Isolde, who has a background performing, has played the piano and violin all of her life. In September 2019, Isolde had an opportunity to premiere a piece with her mother at the Orchestra Modern NYC, conducted by Amy Andersson, at Lincoln Center.
“That was insane, so unbelievable [to be] at Lincoln Center in general,” Isolde recounted. “I was surrounded by empowered women who were composers who were showing their music.”
Isolde shared that Andersson made everything happier and the whole room lit up.
“It’s really so brilliant and beautiful,” she recalled.
Another performance that Isolde shared was playing solo on violin with members of Cirque du Soleil.
“The violin is practically the love of my life,” Isolde said, adding that she really likes to incorporate the violin into the songs she creates.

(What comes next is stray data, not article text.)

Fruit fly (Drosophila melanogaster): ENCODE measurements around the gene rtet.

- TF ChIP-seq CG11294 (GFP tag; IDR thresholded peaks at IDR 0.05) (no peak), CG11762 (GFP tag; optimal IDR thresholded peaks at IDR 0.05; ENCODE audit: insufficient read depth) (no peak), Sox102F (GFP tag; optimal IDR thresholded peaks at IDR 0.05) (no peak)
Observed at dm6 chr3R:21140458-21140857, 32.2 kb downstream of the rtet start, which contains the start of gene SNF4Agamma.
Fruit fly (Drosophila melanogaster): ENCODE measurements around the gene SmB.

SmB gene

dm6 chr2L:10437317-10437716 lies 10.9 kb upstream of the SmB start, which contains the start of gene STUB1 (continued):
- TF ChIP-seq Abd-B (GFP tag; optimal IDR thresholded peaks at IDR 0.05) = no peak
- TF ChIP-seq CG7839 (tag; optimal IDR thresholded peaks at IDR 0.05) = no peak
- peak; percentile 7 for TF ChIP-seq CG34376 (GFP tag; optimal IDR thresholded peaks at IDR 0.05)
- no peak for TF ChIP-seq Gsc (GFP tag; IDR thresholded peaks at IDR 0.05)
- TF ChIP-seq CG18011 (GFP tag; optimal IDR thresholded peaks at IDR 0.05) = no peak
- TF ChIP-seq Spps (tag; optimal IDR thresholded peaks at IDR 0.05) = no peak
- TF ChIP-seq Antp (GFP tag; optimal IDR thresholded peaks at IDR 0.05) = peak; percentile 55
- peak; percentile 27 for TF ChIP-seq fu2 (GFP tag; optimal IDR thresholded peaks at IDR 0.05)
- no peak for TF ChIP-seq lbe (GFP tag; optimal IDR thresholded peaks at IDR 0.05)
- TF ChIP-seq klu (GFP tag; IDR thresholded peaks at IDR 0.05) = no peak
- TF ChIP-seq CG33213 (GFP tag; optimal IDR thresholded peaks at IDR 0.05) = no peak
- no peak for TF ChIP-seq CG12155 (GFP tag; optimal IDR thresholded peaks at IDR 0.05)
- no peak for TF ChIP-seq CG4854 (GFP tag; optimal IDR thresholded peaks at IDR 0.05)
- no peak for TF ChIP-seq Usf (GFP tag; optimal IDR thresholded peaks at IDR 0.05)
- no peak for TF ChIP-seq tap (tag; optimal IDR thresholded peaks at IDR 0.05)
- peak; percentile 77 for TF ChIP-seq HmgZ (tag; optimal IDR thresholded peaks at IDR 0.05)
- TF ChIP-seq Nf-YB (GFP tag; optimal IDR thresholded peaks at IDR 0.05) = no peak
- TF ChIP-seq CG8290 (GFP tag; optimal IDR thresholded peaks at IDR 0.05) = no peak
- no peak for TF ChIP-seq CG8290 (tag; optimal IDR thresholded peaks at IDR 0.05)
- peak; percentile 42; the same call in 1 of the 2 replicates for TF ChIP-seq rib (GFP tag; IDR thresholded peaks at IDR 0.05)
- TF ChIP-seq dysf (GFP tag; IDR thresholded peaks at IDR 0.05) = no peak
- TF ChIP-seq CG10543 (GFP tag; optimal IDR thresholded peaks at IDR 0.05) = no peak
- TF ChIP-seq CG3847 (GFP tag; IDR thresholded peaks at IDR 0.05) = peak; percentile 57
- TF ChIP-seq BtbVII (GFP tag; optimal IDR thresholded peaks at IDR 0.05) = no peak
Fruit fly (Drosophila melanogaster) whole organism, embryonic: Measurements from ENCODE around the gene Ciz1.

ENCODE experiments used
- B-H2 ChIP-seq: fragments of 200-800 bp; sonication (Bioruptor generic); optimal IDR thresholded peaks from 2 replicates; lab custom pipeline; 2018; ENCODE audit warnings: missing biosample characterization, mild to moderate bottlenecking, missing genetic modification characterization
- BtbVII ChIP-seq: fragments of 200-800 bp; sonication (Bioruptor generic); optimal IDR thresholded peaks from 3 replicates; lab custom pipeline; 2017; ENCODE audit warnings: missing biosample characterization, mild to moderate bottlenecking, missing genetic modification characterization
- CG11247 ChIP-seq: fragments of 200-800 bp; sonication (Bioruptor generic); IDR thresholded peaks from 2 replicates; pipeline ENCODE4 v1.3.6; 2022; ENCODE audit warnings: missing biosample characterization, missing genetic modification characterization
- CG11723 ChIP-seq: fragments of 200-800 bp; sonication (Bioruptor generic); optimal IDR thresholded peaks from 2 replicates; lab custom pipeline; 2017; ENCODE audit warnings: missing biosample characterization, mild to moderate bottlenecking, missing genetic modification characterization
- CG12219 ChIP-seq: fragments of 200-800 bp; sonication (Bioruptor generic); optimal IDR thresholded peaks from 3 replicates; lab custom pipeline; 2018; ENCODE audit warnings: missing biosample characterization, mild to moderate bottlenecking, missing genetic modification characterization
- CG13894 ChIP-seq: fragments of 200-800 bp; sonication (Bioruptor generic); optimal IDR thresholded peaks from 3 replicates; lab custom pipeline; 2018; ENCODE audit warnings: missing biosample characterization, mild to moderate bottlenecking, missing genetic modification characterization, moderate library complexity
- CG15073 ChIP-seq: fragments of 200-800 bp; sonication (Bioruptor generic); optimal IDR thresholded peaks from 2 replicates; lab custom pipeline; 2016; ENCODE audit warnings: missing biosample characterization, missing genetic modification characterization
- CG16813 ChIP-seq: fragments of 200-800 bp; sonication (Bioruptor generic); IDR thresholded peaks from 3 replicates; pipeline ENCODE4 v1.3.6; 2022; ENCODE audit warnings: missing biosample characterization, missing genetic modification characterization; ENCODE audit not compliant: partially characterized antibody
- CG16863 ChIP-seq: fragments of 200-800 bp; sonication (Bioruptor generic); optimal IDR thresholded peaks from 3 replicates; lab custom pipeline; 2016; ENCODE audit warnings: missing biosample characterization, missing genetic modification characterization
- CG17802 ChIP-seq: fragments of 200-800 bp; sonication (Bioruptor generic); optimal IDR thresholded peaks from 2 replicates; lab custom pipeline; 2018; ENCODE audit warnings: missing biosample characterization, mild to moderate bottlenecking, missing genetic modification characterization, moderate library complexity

Isolde studies music at the Colburn School, which she has attended for two years. She also studies violin with a teacher who lives in Korea through Zoom.
Isolde grew up in the Palisades and Santa Monica—attending Seven Arrows Elementary School from kindergarten to fourth grade and Marquez Charter Elementary School for fifth grade. Then she attended Lincoln Middle School in Santa Monica.
When she was only 13 years old, Isolde gained recognition for her composition and recording “To All The Little Girls”—a song that came about from a class music assignment her teacher recognized had merit.
The lyrics focus on a portion of Hillary Clinton’s 2016 concession speech, which was dedicated to young women.
“I’ve grown a lot since writing that song,” Isolde said in the statement, “and although both songs have messages of encouragement, ‘Rise’ is about empowering yourself and pulling through any dark situation, especially with what is going on in the world right now.”